# Properties of norms of inverse Hessians near a solution

In theorem 3.5 of the book on Numerical Optimization by Jorge Nocedal and Stephen J Wright, Second edition, is given the proof for the quadratic convergence to the solution of a sequence of iterates generated by Newton's method. In the course of the proof is mentioned the following line:

"Since $\nabla^2 f(x^*)$ is nonsingular, there is a radius $r > 0$ such that $\lVert {\nabla^2 f_k ^{-1}}\rVert ^2 \leq 2\lVert {\nabla^2 f ^{-1}(x^*)}\rVert ^2$ for all $x_k$ with $\lVert x_k - x^*\rVert \leq r$ "

I don't quite understand how this statement holds. Could someone provide the proof for the above statement or a link that directs me towards an explanation of the statement.

Thank you!

Sadly, I don't know of a good reference that actually runs through the full proof of this theorem. The snarky answer is that it happens because we assume that $\nabla^2 f(x)$ is Lipschitz continuous in the neighborhood of $x^*$, but the real answer is significantly more complicated. Here goes

Theorem 1 Assume that

1. $X=\mathbb{R}^m$
2. $A\in\mathscr{L}(X)$
3. $\|A\| < 1$

Then

1. $I-A$ is invertible
2. $\|(I-A)^{-1}\|\leq\frac{1}{1-\|A\|}$

Proof Omitted, but uses a series representation of $(I-A)^{-1}$. See An Introduction to Hilbert Space by N. Young Theorem 7.10. $\square$.

Theorem 2 Assume that

1. $X=\mathbb{R}^m$
2. $A\in\mathscr{L}(X)$ and $A$ is nonsingular
3. $B\in\mathscr{L}(X)$
4. $\|A^{-1}(B-A)\| < 1$

Then

1. $B$ is nonsingular
2. $\|B^{-1}\| \leq \frac{\|A^{-1}\|}{1-\|A^{-1}(B-A)\|}$

Proof Omitted, but uses Theorem 2. $\square$

Theorem 3 Assume that

1. $X=\mathbb{R}^m$
2. $F^\prime(x)$ exists and $F^\prime:X\rightarrow \mathscr{L}(X)\in \mathrm{Lip}_\gamma(N_r(x))$
3. $F^\prime(x)^{-1}$ exists and $\beta=\|F^\prime(x)^{-1}\|$
4. $\|\delta x\| \leq \min\left\{r,\frac{1}{2\beta\gamma}\right\}$ (Basically, $x+\delta x\in N_r(x)$, but possibly closer depending on $\beta$ and $\gamma$.)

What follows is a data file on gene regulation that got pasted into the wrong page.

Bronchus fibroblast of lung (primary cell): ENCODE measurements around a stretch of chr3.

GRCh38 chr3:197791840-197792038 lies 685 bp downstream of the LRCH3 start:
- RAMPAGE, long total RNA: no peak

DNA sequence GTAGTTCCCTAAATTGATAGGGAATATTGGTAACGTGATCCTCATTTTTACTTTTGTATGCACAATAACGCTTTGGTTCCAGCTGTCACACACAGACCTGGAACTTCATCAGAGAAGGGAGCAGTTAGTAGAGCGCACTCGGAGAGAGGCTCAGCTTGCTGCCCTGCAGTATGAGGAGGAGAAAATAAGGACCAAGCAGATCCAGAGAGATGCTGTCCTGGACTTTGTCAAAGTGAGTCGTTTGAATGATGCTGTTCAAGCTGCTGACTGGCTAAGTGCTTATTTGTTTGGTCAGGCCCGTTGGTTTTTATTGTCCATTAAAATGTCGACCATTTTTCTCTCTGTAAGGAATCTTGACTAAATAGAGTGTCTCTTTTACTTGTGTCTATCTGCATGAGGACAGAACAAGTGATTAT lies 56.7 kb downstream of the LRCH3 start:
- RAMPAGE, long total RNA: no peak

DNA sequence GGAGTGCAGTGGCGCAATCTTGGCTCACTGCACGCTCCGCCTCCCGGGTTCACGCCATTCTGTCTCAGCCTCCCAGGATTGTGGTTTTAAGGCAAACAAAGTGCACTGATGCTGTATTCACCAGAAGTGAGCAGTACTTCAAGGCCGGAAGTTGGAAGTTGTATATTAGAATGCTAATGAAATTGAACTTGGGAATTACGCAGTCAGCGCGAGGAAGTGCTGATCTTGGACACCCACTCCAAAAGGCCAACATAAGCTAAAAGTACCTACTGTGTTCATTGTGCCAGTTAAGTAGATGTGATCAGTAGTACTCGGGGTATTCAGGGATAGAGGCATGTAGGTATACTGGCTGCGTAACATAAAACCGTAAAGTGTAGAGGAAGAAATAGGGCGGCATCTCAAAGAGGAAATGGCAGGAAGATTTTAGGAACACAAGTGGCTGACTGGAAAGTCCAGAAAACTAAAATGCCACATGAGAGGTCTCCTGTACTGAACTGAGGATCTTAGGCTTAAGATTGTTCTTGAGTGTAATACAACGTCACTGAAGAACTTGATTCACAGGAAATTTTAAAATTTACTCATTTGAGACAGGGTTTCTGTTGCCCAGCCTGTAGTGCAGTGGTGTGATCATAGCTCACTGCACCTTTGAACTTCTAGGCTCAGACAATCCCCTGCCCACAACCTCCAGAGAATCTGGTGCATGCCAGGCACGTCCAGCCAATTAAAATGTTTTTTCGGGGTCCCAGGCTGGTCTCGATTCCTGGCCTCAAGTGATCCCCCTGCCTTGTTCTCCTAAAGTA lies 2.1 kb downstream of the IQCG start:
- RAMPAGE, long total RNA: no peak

Then

1. $F^\prime(x+\delta x)^{-1}$ exists
2. $\|F^\prime(x+\delta x)^{-1}\| \leq 2\|F^\prime(x)^{-1}\|$

Proof

$$\begin{array}{rll} &\|F^\prime(x)^{-1}(F^\prime(x+\delta x)-F^\prime(x))\|\\ \leq& \|F^\prime(x)^{-1}\|\|F^\prime(x+\delta x)-F^\prime(x)\| & \textrm{Submultiplicative norm}\\ =& \beta \|F^\prime(x+\delta x) - F^\prime(x)\| & \textrm{Assumption 3}\\ \leq& \beta \gamma \|x+\delta x-x\| & \textrm{Assumption 2}\\ =& \beta \gamma \|\delta x\|\\ \leq& \frac{1}{2} & \textrm{Assumption 4} \end{array}$$

Therefore, from Theorem 2, $F^\prime(x+\delta x)^{-1}$ exists. This proves 1. Also, from Theorem 2

$$\|F^\prime(x+\delta x)^{-1}\|\leq \frac{\|F^\prime(x)^{-1}\|}{1-\|F^\prime(x)^{-1}(F^\prime(x+\delta x) - F^\prime(x))\|} \leq \frac{\|F^\prime(x)^{-1}\|}{1-1/2} = 2 \|F^\prime(x)^{-1}\|$$

This proves 2. $\square$

Ok, so you get the result we want by noting that $F(x) = \nabla f(x)$, which means that $F^\prime(x) = \nabla^2 f(x)$. In addition, we have that $x_k$ can be written as $x_k = x^* + \delta x_k$.

Anyway, it turns out the Newton's method quadratic convergence proof is a quite a bit longer than what most references make it out to be if you actually run through all of the details. No, we don't have to go back to the axiom of choice, but this result is kind of important and rarely given. That said, if someone has a good reference for stuff like this, I'd like to know.

• Can't we do it more easily like this? Since $f$ is $C^2$ by assumption, the mapping $x \mapsto H_f(x)$ is continuous, so the mapping $x \mapsto H_f(x)^{-1}$ is continuous, so the mapping $g:x \mapsto ||H_f(x)^{-1}||^2$ is continuous. Using continuity of $g$ at $x^*$ with $\epsilon = g(x^*)$, there exists a neighborhood $N$ such that $x \in N \implies |g(x)- g(x^*)| < g(x^*).$ Therefore $g(x)- g(x^*) < g(x^*)$, so $g(x) < 2g(x^*)$.
– Blue
Commented May 22, 2020 at 16:22

I'll complete @wyer33 's omitted proofs of Theorems.

Theorem 1 Assume that

1. $$𝑋=ℝ^m$$
2. $$𝐴∈ℒ(𝑋)$$
3. $$‖𝐴‖<1$$

Then

1. $$𝐼−𝐴$$ is invertible
2. $$‖(𝐼−𝐴)^{-1}‖≤\frac{1}{1−‖𝐴‖}$$

Proof
For $$\|A\| < 1$$, we have $$\left\|\sum_{i=0}^nA^i\right\| \leq\sum_{i=0}^n\left\|A^i\right\| \leq\sum_{i=0}^n\left\|A\right\|^i =\frac{1-\|A\|^{n+1}}{1-\|A\|}$$

Thus
$$\|(I-A)^{-1}\| = \left\|\sum_{i=0}^{\infty}A^i\right\| = \lim_{n\to\infty}\left\|\sum_{i=0}^nA^i\right\| \leq \lim_{n\to\infty} \frac{1-\|A\|^{n+1}}{1-\|A\|} =\frac{1}{1-\|A\|}$$

This proves Theorem 1.◻

Theorem 2 Assume that

1. $$𝑋 = ℝ^m$$
2. $$𝐴 ∈ ℒ(𝑋)$$ and $$𝐴$$ is nonsingular
3. $$𝐵∈ℒ(𝑋)$$
4. $$‖𝐴^{−1}(𝐵−𝐴)‖<1$$

Then

1. $$𝐵$$ is nonsingular
2. $$‖𝐵^{−1}‖\leq\frac{‖𝐴^{−1}‖}{1−‖𝐴^{−1}(𝐵−𝐴)‖}$$

Proof
\begin{align} \|B^{-1}\| &= \|(A-AA^{-1}(A-B))^{-1}\| \\ &\leq \|(I - A^{-1}(A-B))^{-1}A^{-1}\| \\ &\leq \|(I - A^{-1}(A-B))^{-1}\|\|A^{-1}\| \\ \text{by assumption 4 and using } \textbf{Theorem 1 } & \leq \frac{1}{1−‖𝐴^{−1}(A−B)‖}\|A^{-1}\| \\ & \leq \frac{1}{1−‖𝐴^{−1}(𝐵−𝐴)‖}\|A^{-1}\| \end{align} This proves Theorem 2.◻